Collaboration between students
Today's @teachthought blogging challenge asks bloggers:
The ideal collaboration between students–what would it look like?
I am well aware of the massive positive effect pupil-pupil interaction can have on learning. Thinking back to my own school days, I suspect I learnt at least as much (certainly in the subjects I was struggling with) from my friends and classmates as I did from formal teacher instruction. Sugata Mitra's hole-in-the-wall experiments illustrate clearly how children can learn almost anything through collaboration and experimentation. This is an uncomfortable reality when you earn your living as an old-school, face-to-face teacher.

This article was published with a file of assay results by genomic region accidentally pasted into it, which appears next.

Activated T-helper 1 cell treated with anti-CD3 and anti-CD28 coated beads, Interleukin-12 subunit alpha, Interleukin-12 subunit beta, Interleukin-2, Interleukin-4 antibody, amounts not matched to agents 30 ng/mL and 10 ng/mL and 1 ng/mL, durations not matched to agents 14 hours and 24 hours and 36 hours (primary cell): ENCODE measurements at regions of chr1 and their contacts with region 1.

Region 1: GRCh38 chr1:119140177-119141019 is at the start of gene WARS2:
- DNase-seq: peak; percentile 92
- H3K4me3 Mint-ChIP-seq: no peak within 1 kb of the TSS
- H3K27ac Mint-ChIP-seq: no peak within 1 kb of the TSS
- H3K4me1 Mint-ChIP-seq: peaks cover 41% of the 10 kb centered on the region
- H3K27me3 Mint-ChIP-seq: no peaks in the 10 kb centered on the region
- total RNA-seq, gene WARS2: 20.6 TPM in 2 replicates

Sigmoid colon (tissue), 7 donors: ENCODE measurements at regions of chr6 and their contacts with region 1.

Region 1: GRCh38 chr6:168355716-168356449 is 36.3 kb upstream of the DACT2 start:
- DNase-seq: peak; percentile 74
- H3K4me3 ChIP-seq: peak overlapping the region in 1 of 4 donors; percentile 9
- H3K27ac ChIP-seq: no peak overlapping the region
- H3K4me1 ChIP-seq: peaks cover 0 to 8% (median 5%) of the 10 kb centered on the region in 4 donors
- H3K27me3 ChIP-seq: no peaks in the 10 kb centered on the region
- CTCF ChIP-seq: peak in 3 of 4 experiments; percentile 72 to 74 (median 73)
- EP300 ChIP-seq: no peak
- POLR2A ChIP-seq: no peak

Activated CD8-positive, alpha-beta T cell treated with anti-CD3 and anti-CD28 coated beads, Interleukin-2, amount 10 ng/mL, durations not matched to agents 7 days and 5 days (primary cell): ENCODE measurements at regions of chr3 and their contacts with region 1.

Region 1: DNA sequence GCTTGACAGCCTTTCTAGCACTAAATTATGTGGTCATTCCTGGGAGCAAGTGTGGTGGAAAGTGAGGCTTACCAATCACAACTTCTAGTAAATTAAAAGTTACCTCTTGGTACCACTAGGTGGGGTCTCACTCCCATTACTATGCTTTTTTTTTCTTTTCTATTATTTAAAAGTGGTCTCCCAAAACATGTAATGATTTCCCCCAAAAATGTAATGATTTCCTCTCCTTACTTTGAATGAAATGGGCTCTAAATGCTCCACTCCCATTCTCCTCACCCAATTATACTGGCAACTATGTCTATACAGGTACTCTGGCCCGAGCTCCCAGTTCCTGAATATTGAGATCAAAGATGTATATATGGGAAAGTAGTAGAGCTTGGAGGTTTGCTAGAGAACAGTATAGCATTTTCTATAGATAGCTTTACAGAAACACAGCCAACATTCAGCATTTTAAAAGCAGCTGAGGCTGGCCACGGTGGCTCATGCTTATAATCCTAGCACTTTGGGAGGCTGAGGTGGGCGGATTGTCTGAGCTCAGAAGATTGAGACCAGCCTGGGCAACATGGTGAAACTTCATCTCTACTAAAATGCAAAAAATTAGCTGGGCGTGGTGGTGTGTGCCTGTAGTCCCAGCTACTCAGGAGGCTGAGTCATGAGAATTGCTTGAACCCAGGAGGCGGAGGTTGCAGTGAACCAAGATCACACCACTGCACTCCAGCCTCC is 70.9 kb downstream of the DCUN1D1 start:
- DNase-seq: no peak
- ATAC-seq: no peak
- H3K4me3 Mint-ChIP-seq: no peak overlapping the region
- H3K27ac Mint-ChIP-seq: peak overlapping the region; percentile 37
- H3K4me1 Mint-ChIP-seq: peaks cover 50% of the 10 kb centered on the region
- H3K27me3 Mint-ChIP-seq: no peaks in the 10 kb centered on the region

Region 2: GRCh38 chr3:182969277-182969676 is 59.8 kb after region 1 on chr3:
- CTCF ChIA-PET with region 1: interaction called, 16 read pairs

But I don't think teachers are done for quite yet. Just today (sorry this post's a day late!) there was an article in the paper spelling out the problems with too much 'child-centred' learning; and I'm sure we all know colleagues who hide behind the 'I get kids to work it out for themselves' mantra to conceal their own laziness and/or inadequate subject expertise.
But I have been blown away (as teachers in my own school are tired of hearing) by the power of Google Doc for real collaboration between kids. I know there are other ways, but at the moment, for me, this is the most exciting. I wince when I think what I had to put up with in terms of computer-based collaboration before cloud computing became fashionable. And Google Classroom has made creating, sharing and collaborating between students even easier! As just one example of this I wrote this piece for Teaching Geography a year or so ago explaining what can be done. It's amazing.